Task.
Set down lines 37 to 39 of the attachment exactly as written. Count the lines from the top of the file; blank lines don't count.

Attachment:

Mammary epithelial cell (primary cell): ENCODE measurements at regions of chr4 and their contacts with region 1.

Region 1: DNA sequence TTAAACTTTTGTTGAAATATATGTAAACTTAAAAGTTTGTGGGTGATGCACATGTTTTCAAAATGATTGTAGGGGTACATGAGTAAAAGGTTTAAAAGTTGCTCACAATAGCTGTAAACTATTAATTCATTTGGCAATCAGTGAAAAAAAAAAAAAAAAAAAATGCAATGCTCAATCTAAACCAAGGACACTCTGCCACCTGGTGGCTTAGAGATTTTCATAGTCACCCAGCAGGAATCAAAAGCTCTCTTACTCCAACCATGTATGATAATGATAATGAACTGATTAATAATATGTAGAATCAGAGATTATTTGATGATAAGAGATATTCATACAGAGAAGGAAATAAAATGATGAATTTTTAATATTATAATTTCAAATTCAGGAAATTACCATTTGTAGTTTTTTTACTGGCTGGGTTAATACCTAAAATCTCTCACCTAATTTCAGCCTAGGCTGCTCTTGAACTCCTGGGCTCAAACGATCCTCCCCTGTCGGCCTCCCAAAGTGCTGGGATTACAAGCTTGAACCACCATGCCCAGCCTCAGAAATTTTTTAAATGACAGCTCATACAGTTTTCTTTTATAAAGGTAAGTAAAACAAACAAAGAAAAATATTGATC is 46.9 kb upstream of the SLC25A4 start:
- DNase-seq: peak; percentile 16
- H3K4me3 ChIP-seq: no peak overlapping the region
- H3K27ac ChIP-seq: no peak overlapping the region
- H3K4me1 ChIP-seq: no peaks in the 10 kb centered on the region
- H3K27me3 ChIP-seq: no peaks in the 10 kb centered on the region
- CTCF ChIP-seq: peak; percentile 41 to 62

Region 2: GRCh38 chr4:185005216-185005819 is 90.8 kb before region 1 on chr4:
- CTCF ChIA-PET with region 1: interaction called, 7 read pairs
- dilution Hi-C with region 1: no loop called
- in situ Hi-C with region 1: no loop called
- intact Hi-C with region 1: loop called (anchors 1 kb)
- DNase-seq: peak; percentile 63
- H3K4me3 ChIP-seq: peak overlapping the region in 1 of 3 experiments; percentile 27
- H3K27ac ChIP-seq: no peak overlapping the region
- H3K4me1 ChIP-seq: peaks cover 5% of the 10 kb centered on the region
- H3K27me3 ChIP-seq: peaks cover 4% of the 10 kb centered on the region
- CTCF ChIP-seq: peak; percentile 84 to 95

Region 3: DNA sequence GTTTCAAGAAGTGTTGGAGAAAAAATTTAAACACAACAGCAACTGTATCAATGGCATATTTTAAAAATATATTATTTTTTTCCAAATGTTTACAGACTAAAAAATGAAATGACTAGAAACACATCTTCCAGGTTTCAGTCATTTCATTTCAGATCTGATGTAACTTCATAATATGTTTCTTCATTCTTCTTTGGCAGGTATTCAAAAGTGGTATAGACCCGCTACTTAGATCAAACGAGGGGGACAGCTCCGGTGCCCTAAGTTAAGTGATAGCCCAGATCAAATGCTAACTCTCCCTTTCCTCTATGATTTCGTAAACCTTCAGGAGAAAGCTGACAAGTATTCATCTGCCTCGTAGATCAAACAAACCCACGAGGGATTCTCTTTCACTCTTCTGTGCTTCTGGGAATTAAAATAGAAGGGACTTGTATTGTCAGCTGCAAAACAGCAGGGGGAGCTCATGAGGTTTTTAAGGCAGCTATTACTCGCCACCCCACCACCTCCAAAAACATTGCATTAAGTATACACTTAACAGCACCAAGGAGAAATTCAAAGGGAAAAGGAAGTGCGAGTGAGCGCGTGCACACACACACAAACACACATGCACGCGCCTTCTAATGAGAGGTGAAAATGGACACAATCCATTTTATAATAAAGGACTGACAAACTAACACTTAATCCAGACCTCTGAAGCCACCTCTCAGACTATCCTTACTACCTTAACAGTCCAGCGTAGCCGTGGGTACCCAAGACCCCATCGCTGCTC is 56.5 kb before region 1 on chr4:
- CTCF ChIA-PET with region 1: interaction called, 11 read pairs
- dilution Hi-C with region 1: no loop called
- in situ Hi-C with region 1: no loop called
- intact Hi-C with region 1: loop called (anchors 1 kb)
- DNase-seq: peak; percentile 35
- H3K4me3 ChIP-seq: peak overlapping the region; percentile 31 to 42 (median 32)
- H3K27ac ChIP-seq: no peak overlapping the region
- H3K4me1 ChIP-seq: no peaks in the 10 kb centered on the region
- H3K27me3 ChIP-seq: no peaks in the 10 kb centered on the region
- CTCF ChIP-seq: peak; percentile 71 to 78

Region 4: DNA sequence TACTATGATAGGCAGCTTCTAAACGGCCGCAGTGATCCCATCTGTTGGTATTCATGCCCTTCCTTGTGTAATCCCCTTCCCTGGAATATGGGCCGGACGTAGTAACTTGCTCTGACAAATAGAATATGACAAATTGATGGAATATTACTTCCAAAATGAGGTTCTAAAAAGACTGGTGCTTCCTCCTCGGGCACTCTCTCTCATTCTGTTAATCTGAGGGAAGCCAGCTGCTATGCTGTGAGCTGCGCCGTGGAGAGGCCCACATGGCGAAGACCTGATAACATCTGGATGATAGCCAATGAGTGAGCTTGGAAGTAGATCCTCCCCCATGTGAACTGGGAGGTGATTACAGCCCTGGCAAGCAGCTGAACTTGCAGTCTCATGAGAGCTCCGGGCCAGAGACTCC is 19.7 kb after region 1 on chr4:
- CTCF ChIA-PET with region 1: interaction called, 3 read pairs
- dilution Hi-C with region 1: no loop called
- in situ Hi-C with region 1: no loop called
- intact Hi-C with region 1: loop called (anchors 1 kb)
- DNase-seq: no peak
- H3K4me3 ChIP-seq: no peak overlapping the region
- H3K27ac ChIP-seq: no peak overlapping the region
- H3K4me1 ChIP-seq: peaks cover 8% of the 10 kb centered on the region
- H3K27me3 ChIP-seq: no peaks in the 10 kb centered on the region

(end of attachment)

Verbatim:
- H3K4me3 ChIP-seq: no peak overlapping the region
- H3K27ac ChIP-seq: no peak overlapping the region
- H3K4me1 ChIP-seq: peaks cover 8% of the 10 kb centered on the region